Marcin Jakubowski is trying to create robust, modular versions of the 50 machines that every modern community needs.
The big idea behind the Global Village Construction Set is that everyone everywhere should have access to the key tools for creating human civilization.
At the end of years of study and the completion of a PhD in fusion physics, Polish-born TED2011 Fellow Marcin Jakubowski found himself feeling like he was, to use his words, "useless." Believing he needed to get past a consumer lifestyle, he moved to middle America to begin farming. After buying (and then breaking, and breaking again) a tractor, he began to wonder what were the truly essential machines at the core of every society. And even more, he began to wonder why, if open source software had had such powerful impacts, there wasn't an equivalent for the essential hardware of civilization?
As he began to explore these questions, he determined that there were roughly 50 machines that were critically important for modern life—things like ovens and trackers. His goal was to design versions of these products that were robust, modular, made from local recyclable materials, and made to last a lifetime rather than designed for obsolescence. So far, Jakubowski has prototyped eight of the 50 machines with extremely high degrees of success, and has demonstrated that open source versions of essential hardware can achieve the same industrial productivity as purchased implements.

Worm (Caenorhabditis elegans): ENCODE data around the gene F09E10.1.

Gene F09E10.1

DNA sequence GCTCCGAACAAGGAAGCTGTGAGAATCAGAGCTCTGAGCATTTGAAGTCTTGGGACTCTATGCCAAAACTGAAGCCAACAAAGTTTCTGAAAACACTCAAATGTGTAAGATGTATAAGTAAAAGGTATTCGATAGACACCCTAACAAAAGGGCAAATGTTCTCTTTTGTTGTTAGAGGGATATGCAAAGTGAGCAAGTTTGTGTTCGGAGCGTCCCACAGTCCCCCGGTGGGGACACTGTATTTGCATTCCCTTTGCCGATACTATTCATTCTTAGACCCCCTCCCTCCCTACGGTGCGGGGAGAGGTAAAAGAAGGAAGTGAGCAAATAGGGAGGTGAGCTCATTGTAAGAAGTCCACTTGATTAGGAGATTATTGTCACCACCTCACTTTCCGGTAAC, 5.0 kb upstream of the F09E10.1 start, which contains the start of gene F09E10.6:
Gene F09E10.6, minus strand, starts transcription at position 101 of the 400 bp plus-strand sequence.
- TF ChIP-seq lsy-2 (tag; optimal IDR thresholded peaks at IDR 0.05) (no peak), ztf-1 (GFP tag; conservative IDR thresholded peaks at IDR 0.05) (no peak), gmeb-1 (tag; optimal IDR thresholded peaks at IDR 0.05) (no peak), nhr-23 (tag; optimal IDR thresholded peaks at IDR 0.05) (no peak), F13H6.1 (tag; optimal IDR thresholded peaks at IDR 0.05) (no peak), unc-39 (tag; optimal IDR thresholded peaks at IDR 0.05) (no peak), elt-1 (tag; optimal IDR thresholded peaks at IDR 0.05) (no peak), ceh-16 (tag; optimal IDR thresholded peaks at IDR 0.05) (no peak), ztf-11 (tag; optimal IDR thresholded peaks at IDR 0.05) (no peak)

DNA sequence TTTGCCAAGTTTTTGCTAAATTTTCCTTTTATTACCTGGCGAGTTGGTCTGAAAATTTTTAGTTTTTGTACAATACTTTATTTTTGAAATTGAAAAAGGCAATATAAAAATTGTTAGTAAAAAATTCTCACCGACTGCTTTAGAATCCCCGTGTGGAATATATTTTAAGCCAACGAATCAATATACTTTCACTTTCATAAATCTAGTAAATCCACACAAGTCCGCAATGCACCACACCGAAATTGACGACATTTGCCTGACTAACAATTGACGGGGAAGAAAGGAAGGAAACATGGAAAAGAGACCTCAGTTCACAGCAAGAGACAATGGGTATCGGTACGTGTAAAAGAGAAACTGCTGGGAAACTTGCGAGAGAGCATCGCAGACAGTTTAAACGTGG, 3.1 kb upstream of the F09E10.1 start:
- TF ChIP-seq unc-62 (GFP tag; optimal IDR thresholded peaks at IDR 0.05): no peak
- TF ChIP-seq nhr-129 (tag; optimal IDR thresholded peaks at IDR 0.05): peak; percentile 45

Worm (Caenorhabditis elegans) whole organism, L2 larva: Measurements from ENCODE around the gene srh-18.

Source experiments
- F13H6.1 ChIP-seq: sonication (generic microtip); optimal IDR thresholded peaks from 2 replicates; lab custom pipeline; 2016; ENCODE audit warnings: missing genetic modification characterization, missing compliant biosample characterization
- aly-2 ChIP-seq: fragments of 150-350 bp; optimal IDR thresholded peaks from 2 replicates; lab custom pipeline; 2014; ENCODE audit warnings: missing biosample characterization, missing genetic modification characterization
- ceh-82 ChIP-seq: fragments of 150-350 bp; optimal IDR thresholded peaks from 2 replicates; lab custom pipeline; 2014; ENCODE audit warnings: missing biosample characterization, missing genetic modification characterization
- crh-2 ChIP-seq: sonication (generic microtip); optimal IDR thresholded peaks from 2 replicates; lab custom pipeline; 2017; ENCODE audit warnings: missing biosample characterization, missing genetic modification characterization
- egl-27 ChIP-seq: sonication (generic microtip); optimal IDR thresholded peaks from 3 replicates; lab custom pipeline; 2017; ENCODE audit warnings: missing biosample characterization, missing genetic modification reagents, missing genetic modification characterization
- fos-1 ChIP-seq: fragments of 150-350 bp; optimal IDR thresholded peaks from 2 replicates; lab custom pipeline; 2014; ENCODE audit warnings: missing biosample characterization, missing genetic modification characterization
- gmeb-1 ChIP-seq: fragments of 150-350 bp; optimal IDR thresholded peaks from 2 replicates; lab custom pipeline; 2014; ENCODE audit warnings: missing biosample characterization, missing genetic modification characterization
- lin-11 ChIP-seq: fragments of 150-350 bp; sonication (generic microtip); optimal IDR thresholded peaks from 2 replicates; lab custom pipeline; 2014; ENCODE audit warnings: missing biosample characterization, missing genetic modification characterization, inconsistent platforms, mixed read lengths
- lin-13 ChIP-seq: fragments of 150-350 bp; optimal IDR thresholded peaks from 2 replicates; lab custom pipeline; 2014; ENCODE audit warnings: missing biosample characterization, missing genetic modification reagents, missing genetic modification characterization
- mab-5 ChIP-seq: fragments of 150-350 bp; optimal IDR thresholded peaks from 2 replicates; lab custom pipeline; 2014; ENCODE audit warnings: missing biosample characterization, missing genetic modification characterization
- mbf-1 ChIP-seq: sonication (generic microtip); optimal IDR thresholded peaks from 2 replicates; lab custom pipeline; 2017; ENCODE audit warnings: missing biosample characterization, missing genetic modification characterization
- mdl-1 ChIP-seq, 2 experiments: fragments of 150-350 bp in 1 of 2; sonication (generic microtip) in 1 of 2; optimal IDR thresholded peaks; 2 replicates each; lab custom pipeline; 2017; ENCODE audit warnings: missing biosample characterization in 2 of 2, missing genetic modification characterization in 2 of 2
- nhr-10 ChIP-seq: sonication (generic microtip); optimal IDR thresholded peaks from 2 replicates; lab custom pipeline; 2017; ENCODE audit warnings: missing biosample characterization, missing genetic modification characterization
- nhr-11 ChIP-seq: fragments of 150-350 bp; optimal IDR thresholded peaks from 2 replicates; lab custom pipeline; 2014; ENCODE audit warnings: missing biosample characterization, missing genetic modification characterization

Jakubowski's project, Open Source Ecology, has already begun to create the global digital commons through which the blueprints and plans for these open-source hardware technologies can be found, and a community has rapidly sprung up around the project. Together, they're trying to build a Global Village Construction Set that could be used to jumpstart civilization anywhere.
For the founders, the point of the project is bigger than being clever and making your own tractor. Ultimately, the goal is to dramatically democratize the means of production for anyone in the world, enable environmentally sound supply chains, and hopefully, in their words, enable a DIY "maker culture" to transcend our sense of scarcity.
EDITOR'S NOTE: Ben Jervey, GOOD's environment writer, covered Open Source Ecology in February.
The "Big Idea" is a series of posts about the people and passions that make up the community at TED2011 Long Beach.